Carter-Ellison was born a happy and healthy baby girl. She giggled, laughed and played with her family. At 3-months-old, Carter was in her mom’s arms while she moved around the kitchen. Like any curious infant, she reached her hand out and touched the food being prepared.
Carter’s mom, Marie, was cooking fish. To this day, Marie still doesn’t know if it was the fish, the oil she cooked the fish in or the spices, but when Carter reached out her hand and touched it to her mouth she began turning red. After a few minutes, Carter broke out into a rash and struggled to breathe.
After a scary visit to the emergency department, Marie took Carter to her pediatrician at The Children’s Clinic, who referred them to the Pediatric Pulmonary Center at Miller Children’s & Women’s Hospital Long Beach.
She was seen by Terry Chin, M.D., assistant medical director, Pediatric Pulmonary Center, Miller Children’s. Dr. Chin immediately diagnosed Carter with food allergies.
“A food allergy occurs when the immune system mistakenly targets a harmless food protein – an allergen – as a threat and attacks it,” says Dr. Chin. “Symptoms of food allergies can range from mild to severe, like in Carter’s case.”
As Carter began to get older, she began having additional symptoms.
“She started having eczema on her feet,” says Marie. “Her skin was scaly all over and always so itchy. We had to change the detergent we used, and I even started bathing her with bottled water. It was so hard to tell what she was reacting to.”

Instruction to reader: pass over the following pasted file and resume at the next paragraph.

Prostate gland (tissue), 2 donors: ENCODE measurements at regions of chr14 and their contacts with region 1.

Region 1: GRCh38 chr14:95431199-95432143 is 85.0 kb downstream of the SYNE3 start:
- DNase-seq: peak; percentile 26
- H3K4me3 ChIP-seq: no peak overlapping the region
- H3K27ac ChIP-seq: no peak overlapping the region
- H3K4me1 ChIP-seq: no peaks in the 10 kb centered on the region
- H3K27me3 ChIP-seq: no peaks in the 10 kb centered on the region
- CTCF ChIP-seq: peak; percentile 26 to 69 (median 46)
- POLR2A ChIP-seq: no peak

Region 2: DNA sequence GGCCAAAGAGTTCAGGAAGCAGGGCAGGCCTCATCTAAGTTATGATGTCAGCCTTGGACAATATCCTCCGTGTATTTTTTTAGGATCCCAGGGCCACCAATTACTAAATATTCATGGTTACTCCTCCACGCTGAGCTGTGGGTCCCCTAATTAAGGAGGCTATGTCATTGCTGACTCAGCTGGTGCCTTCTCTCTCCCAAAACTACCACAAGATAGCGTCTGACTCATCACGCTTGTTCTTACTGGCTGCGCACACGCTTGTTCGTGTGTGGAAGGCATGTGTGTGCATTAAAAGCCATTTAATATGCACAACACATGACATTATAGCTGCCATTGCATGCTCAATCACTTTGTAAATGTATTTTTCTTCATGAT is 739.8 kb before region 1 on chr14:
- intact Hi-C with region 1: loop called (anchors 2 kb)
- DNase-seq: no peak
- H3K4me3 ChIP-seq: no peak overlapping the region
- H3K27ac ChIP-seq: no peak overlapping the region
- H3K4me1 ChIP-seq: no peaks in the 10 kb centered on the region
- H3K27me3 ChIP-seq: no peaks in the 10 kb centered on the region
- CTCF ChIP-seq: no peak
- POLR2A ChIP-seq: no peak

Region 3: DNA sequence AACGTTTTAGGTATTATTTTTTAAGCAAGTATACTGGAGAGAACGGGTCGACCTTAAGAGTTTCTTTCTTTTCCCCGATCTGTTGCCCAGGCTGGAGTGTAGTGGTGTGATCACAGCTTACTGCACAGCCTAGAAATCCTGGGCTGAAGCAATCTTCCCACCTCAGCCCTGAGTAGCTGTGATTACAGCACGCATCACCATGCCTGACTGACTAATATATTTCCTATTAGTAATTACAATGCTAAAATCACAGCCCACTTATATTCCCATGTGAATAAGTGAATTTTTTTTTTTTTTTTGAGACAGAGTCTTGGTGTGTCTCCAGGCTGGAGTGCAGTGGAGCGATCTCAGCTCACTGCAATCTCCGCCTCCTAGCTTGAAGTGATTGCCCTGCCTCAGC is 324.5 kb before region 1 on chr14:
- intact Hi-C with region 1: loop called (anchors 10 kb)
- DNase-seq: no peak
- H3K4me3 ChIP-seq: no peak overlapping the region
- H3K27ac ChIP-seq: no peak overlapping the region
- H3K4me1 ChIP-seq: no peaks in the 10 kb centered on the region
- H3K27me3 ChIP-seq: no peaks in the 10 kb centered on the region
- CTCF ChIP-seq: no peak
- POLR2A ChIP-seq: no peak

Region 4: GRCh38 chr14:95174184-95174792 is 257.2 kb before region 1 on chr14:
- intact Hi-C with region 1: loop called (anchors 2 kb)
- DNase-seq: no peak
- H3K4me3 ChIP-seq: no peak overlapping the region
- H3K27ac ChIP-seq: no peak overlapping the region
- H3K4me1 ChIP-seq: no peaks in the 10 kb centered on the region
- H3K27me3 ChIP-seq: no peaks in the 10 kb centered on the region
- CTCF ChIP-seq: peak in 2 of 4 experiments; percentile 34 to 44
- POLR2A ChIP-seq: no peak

Carter’s condition became complex and after her symptoms were analyzed, she also was diagnosed with asthma and environmental allergies to trees, grass and dust.
Luckily for Carter, Miller Children’s is the only children’s hospital in the region to offer a team of physicians double board-certified in pediatric pulmonology and allergy/immunology with the expertise to diagnose and treat complex and multi-system conditions.
Because all of Carter’s care is coordinated through one comprehensive care team, she can come to Miller Children’s to receive all the specialized care she needs in one place – saving her from having to go to multiple doctors’ offices on multiple days.
The pediatric pulmonary care team, including Dr. Chin, worked on creating an individualized care plan to help Carter stay healthy and active. They call it her “action plan” and depending on the severity of her symptoms, there is a specific medication or therapy that she needs to use.
Recently, Carter began a new treatment that has helped her tremendously called subcutaneous immunotherapy, also known as allergy shots. Every three weeks, she comes to Miller Children’s for a shot. This type of treatment not only reduces allergy symptoms, but boosts tolerance to the allergen over time.
At her follow-up visits, the care team works with Carter and her family to educate them on her different medications, so that no matter where she is and who she is with, her medications can be administered properly.
Now 12-years-old, Carter follows her action plan to help prevent any life-threatening asthma attacks or allergic reactions.
“Carter still gets allergy attacks, and we can’t really tell which trigger it is each time,” says Marie. “She has had episodes where she can’t even walk or breathe that can happen in an instant, but we follow the plan and we manage.”
Carter stays healthy and active despite her conditions. She began swimming and diving two years ago with a local team at Silverado Park in Long Beach. She also enjoys singing and dancing – even singing in her church’s choir.
“Carter likes to feel like she’s free,” says Marie. “The swimming and diving gives her that freedom and helps keep her lungs strong at the same time.”
Carter needed an expert team. She found her medical home at Miller Children’s, and today she dives into the water with confidence.